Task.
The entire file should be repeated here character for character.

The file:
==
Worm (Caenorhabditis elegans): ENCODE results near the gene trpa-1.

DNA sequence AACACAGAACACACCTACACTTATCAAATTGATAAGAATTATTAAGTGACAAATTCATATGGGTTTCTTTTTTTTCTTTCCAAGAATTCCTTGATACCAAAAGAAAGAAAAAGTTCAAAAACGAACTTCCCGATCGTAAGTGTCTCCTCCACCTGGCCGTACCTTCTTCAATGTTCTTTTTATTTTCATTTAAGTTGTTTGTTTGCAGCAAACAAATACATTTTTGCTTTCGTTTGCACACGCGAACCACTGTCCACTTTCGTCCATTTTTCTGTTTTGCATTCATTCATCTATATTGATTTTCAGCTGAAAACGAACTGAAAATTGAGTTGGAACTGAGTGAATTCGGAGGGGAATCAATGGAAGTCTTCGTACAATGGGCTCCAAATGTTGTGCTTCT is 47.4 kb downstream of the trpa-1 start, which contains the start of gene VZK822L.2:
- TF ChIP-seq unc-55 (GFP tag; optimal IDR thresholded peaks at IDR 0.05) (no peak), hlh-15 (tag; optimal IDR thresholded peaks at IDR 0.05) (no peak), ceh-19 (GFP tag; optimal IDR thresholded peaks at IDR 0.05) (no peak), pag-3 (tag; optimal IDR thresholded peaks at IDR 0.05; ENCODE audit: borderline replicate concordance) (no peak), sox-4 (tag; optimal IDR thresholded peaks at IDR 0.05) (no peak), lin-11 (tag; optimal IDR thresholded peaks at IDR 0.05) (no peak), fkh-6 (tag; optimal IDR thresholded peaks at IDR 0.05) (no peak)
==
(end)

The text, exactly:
Worm (Caenorhabditis elegans): ENCODE results near the gene trpa-1.

DNA sequence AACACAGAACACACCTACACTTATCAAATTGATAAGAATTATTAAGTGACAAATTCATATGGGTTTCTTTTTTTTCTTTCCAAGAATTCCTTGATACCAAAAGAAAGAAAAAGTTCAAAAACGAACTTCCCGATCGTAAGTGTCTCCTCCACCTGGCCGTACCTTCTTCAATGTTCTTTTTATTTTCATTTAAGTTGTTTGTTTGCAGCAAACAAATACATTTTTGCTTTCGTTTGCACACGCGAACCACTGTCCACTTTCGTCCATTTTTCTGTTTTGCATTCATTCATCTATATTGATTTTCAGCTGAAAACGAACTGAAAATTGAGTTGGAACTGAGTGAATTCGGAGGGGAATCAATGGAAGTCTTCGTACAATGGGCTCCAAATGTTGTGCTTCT is 47.4 kb downstream of the trpa-1 start, which contains the start of gene VZK822L.2:
- TF ChIP-seq unc-55 (GFP tag; optimal IDR thresholded peaks at IDR 0.05) (no peak), hlh-15 (tag; optimal IDR thresholded peaks at IDR 0.05) (no peak), ceh-19 (GFP tag; optimal IDR thresholded peaks at IDR 0.05) (no peak), pag-3 (tag; optimal IDR thresholded peaks at IDR 0.05; ENCODE audit: borderline replicate concordance) (no peak), sox-4 (tag; optimal IDR thresholded peaks at IDR 0.05) (no peak), lin-11 (tag; optimal IDR thresholded peaks at IDR 0.05) (no peak), fkh-6 (tag; optimal IDR thresholded peaks at IDR 0.05) (no peak)